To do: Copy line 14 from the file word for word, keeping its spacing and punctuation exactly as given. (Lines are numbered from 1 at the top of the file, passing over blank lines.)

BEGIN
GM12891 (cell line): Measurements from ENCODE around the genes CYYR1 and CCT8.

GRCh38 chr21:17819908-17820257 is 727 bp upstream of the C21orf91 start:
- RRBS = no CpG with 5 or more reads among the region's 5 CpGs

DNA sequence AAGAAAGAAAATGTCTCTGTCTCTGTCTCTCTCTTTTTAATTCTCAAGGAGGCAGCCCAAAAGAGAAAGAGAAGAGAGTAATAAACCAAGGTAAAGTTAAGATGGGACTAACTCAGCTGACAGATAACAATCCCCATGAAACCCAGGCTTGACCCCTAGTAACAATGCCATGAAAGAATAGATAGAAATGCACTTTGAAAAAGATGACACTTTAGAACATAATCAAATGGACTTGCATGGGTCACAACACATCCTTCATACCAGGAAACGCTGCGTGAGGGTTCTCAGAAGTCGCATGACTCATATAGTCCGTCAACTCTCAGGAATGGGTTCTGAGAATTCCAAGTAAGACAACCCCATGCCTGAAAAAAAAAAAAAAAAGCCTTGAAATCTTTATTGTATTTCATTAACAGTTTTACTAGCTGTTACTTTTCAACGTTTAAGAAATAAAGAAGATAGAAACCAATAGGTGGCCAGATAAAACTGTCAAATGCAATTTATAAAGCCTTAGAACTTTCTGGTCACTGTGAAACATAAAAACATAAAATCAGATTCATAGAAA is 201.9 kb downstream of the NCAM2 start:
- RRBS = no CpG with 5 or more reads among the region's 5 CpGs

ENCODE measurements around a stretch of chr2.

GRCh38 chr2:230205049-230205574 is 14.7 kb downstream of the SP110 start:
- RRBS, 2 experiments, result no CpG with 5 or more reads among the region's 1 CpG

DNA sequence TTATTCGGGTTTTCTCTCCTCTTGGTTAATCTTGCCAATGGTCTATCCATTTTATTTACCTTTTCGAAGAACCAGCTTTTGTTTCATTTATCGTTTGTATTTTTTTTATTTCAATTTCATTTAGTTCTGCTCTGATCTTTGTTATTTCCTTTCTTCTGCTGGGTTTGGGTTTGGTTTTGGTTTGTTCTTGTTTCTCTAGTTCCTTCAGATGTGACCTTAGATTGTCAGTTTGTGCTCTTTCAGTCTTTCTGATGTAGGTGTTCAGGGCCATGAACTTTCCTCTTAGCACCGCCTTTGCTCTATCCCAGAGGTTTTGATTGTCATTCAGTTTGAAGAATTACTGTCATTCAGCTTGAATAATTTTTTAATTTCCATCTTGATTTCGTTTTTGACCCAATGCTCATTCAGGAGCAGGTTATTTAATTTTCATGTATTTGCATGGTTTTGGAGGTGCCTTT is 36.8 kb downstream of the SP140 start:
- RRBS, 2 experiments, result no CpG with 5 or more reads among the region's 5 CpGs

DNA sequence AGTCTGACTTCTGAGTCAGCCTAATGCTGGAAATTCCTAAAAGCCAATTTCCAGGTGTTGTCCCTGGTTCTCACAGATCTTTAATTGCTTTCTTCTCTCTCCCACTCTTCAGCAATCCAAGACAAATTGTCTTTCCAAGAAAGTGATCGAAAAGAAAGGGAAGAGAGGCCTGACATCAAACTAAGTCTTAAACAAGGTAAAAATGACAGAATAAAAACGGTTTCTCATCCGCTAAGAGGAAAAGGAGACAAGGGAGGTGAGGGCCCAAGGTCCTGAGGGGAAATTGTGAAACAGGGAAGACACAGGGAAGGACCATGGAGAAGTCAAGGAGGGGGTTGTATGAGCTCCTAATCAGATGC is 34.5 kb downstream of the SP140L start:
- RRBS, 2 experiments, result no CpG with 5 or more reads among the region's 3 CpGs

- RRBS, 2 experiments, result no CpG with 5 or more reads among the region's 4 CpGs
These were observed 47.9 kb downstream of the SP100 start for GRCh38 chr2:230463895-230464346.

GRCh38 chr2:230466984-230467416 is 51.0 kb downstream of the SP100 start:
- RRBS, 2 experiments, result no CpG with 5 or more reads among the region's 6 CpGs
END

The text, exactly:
These were observed 47.9 kb downstream of the SP100 start for GRCh38 chr2:230463895-230464346.